Great in the clutch—that was always how I thought about Patterson. Steady, the go-to adult, the man amongst the erratic frosh. Who steps up in that role? Darius Miller’s a pre-season All SEC pick but personality is said to be that of a quiet guy best suited for a solid background and support role, so that leaves DeAndre Liggins. I’ve always been a fan, although he has received more than his share of criticism. But last year he became the poster child for the “dog-housed” who persevere and contribute. When Cal lamented the soft play against Pikeville in exhibition, in the next game Liggins brought the tough when a Dillard player tried to foul him on a lay-up by shrugging him off his shoulder with a bruising elbow to the chops which left a fat lip to a shell-shocked defender and a smile on the face of a coach. C’mon Mr. Liggins keep you head on straight…and you will help this team in a large way.
Speaking of large, who takes up the space left by the exit of Big Cuz? Labeled as “immature,” “unproven,” and downright “dirty,” DeMarcus proved the lazy labelers wrong and may ultimately wind up as the best outright pro player once the NBA season moves beyond infancy. Eloy Vargas is a taste bigger than Enes Kanter and these two (if Kanter gets eligible) have to be the space-eaters in this dribble drive offense. Cal is best-known for developing guards but when you think about Cousins, Orton and Patterson and how their play improved over the season under his tutelage…Vargas and Kanter are both capable of drawing defenses outside like most Eurostyle bigs. Cal will have to find a way to allow that prowess while keeping them down low and beasting the brutality of the SEC burly like Georgia’s stud Trey Thompkins and Florida’s experienced middle of Vernon Macklin and Chandler Parsons. Josh Harrelson will have a role off the bench, best advice from this rabid, albeit undersized, Cat fan, “get tough.”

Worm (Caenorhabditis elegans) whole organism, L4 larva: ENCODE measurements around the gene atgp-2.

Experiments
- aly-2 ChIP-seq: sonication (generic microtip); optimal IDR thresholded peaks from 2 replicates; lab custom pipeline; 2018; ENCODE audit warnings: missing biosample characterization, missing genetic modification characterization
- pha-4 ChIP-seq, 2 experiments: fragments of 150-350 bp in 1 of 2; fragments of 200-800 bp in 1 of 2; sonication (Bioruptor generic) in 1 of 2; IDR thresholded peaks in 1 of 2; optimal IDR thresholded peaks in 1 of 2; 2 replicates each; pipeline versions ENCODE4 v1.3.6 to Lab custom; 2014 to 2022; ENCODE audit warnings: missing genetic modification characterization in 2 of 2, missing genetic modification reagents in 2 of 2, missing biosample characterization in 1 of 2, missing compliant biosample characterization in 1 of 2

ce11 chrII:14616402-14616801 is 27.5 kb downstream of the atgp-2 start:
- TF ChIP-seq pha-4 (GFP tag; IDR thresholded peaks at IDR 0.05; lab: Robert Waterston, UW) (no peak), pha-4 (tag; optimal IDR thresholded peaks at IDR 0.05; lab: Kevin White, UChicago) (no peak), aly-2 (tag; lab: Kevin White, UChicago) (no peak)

Toughness is one of those abstracts in sports that is hard to define with words, it’s one of those descriptors like “sexy,” you just know it when you see it. From my first glimpse of Eric Bledsoe, I thought “tough.” Doron Lamb seems like the heir apparent as this year’s Bledsoe. Where Bledsoe was all “dirty South,” Lamb is full-on New York City guard. What does that mean? Quick, stylish and above all--tough. Fight for the ball, fight for your shot. Think Ramel Bradley, but think, just maybe, “better.” There’s no shortage of competition at the guard spot. Florida guard Stacey Poole, Jr. with ALL-SEC lineage is a scorer and returning sophomore and Madisonville native Jon Hood will be looking to play that two-guard spot. I wouldn’t be the surprised to see a bit of three guards on the floor at any given time.
To that point, Cal’s team looks to be one of interchangeable pieces and parts and no new player exemplifies that as much as Terrance Jones. Jones has already had a breakout appearance with the team, scoring 39 followed by a game where he couldn’t find the rim. Jones was a headline grabber when he dominated the recruit ticker as he wavered between Washington and UK. His addition to the roster shouldn’t be understated, he is reminiscent of some of the great forwards in Wildcat history like Chuck Hayes, Charles Hurt and that ilk of player that could hurt the opposition in numerous ways. A McDonald’s All-American who averaged over 30 points per game as a high school senior. But he is young and will get some quick and hard lessons on physicality as the Cats get into league play.
So as we get ready for the next few months of local frenetic cheering, bitching, questioning and the potential of raising another banner or two in the rafters of Rupp, let’s take a moment to remember--we are ranked somewhere between the 10th and 11th spot in the polls; we’ve been picked to win the SEC by some and to tie for third by others; we have the NCAA holding a player at bay and therefore, to some, a season--yes, remember, it’s only a game.
I just made myself laugh.